Call it reactionary, not radical

In the wake of recent tragedies, the word “radical” has strayed from its original meaning.

Jasper Johnson

In the wake of Orlando, or really any massacre for that matter, I often see the qualifier “radical” used synonymously with “extreme.” 

Ironically, the most frequent uses describe the “radicalism” of Islam or right-wingers.

 Semantically — in its most accurate meaning — political “radicalism” is a characteristic of the extreme political left, whereas “reactionary” is the more correct term for the extreme political right. 

For much of the 20th century, “radical” was appropriately used. Newspapers would describe things like “radical Marxists” or “reactionary nationalists.”But recently, the label has become more capacious, where all extreme politics or acts of terrorism — whether left or right — are considered “radical.”

Why did “radical” win out and “reactionary” die off, and what are the consequences? Barring in mind some cases — such as Naxals and Maoists in the Indian subcontinent or FARC — political violence and terrorism in the U.S. is hardly preponderant.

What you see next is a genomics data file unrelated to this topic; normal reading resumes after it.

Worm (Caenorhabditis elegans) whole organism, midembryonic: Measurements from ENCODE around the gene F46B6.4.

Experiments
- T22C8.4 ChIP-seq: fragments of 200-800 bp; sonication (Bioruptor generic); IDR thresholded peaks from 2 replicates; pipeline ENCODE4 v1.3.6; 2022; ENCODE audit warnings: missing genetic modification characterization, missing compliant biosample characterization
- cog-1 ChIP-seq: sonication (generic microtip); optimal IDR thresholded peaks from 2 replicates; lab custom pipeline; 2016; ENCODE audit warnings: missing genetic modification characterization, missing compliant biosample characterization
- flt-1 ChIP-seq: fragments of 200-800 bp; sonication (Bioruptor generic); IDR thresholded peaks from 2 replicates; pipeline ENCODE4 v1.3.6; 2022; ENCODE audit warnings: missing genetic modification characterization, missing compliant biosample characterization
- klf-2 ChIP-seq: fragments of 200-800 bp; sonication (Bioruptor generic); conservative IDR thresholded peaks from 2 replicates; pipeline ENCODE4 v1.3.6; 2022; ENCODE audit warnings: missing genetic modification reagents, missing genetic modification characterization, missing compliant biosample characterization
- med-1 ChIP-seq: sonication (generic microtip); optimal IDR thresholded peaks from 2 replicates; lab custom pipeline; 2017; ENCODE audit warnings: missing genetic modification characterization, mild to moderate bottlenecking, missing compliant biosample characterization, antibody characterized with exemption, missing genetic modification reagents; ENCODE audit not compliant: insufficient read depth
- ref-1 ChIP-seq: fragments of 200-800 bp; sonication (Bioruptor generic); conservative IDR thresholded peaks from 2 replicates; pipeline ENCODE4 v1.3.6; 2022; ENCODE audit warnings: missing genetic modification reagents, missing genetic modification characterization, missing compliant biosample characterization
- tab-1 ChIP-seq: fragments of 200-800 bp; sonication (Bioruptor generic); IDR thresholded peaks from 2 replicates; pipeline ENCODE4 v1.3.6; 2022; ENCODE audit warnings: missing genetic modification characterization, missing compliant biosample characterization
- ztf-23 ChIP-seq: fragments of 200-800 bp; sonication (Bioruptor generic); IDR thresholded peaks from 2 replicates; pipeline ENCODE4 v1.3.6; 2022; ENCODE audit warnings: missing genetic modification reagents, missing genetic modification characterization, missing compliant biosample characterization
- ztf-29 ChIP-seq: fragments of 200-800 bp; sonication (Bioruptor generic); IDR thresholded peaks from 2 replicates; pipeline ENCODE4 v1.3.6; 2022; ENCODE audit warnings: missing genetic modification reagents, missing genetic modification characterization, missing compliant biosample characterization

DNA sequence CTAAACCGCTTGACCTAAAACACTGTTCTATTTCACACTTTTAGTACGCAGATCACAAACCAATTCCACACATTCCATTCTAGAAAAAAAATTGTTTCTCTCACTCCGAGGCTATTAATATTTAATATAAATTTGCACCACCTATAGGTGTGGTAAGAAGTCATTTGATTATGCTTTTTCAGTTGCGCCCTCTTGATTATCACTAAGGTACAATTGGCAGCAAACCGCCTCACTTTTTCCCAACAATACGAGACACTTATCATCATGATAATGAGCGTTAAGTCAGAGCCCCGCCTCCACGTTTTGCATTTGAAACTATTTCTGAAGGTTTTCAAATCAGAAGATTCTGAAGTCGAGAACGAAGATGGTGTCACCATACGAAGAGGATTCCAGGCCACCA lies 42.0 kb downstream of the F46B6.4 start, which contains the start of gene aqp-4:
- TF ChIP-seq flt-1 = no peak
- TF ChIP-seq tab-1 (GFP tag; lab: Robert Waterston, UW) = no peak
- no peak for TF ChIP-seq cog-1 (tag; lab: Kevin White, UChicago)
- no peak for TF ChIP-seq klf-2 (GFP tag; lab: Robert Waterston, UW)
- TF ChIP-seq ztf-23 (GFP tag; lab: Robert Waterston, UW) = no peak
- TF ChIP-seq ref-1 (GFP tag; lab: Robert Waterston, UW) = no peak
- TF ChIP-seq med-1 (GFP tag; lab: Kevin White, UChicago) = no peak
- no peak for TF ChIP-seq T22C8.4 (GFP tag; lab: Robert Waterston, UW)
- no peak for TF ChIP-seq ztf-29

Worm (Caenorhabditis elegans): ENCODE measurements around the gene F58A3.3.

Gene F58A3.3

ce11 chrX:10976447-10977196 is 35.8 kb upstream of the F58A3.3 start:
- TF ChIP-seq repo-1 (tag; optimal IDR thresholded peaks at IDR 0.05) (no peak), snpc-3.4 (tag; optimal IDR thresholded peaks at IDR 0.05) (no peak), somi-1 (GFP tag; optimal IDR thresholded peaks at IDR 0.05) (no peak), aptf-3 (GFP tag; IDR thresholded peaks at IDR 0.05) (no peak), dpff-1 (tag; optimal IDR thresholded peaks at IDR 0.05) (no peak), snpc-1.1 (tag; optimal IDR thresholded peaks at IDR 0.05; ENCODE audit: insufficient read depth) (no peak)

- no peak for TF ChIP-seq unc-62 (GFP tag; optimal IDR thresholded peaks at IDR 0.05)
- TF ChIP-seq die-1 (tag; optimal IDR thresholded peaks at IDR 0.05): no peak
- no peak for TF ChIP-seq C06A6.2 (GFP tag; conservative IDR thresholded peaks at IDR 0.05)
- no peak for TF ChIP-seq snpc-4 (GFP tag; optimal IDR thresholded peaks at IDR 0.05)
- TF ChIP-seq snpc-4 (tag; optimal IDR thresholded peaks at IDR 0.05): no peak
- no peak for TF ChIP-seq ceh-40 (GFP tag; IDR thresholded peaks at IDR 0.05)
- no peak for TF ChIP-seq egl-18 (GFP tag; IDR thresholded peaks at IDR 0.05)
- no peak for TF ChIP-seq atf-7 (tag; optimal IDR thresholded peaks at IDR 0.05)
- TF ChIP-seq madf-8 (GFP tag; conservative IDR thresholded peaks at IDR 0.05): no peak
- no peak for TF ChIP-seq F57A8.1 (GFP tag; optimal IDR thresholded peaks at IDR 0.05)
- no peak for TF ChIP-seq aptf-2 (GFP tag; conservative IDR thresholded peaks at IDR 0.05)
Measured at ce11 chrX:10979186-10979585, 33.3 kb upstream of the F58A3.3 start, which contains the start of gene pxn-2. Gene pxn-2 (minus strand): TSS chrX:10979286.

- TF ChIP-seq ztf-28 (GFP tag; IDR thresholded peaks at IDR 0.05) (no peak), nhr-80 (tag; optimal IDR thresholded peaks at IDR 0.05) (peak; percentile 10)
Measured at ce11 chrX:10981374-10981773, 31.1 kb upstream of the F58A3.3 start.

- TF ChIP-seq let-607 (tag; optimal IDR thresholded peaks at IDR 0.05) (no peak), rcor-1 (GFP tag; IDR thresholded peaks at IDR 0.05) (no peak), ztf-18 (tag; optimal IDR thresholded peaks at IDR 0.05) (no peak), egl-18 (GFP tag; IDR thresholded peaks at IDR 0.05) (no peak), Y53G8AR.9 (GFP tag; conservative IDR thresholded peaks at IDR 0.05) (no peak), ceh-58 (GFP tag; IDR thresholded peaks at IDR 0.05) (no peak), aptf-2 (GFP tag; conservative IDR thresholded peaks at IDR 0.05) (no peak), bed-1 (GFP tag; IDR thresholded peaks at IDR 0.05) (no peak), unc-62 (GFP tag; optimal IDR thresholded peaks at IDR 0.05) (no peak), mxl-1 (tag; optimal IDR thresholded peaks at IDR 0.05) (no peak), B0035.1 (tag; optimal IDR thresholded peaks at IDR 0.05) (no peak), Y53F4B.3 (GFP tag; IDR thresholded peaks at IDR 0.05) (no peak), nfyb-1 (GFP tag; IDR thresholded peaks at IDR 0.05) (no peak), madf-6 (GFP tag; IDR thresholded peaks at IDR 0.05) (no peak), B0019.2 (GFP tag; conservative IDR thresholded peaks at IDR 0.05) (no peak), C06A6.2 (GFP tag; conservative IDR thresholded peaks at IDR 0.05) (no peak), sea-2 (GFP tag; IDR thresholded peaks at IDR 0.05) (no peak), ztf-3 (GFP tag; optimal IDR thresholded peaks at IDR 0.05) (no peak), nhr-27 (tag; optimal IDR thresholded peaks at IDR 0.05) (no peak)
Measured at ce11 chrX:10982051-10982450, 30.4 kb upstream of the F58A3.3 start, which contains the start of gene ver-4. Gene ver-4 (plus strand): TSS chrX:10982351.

This ranges from abortion-bombers to extreme militant movements. If anything, it would seem that “reactionary” would be the go-to term, considering the obscurity of left-wing terrorism. 

But language is ever-changing. I’m disappointed at the loss of descriptive language, but there may be another issue at play. Willful ignorance of the roots or nature of political extremism is undoubtedly harmful.

The radical-reactionary distinction is one that lends itself to more descriptive use of language, and it’s a shame that it’s all but gone from language when describing extreme politics. Considering recent conversations about how to address terrorism and political violence, it would do us good to make the distinction between “radical” and “reactionary.”